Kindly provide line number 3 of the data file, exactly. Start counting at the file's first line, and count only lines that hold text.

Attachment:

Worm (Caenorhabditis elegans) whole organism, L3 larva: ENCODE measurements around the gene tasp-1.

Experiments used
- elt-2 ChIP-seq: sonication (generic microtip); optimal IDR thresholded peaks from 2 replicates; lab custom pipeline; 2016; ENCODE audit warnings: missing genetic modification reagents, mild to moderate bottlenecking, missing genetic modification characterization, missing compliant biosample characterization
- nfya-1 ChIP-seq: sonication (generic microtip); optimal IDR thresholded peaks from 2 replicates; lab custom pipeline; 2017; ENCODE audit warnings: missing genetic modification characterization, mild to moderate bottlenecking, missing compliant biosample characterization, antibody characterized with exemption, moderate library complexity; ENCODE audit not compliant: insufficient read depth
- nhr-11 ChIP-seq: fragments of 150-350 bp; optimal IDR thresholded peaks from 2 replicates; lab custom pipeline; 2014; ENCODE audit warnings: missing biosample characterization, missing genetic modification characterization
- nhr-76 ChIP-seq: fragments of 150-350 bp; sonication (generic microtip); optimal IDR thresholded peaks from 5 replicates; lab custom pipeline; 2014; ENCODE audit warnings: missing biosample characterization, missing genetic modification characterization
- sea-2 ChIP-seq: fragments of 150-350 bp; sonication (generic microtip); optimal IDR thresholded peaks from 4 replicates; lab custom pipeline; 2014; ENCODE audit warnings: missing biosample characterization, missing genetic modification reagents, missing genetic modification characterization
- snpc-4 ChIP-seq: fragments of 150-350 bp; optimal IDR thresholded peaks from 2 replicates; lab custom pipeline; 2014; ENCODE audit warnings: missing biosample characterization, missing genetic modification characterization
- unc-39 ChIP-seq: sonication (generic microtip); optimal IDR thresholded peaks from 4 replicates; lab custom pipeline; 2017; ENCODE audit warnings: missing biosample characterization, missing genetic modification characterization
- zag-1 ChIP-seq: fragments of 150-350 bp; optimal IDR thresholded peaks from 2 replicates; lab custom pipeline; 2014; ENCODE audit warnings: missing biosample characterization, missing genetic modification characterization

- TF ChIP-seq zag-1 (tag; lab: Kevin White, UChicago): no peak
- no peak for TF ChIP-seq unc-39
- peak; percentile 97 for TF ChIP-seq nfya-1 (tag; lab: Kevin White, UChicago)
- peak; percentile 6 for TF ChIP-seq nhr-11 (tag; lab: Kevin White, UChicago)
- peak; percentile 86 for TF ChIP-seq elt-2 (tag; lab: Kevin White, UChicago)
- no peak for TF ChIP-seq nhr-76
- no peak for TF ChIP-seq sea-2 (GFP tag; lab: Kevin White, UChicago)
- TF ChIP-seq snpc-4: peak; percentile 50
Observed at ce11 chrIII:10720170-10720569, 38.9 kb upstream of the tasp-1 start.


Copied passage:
- elt-2 ChIP-seq: sonication (generic microtip); optimal IDR thresholded peaks from 2 replicates; lab custom pipeline; 2016; ENCODE audit warnings: missing genetic modification reagents, mild to moderate bottlenecking, missing genetic modification characterization, missing compliant biosample characterization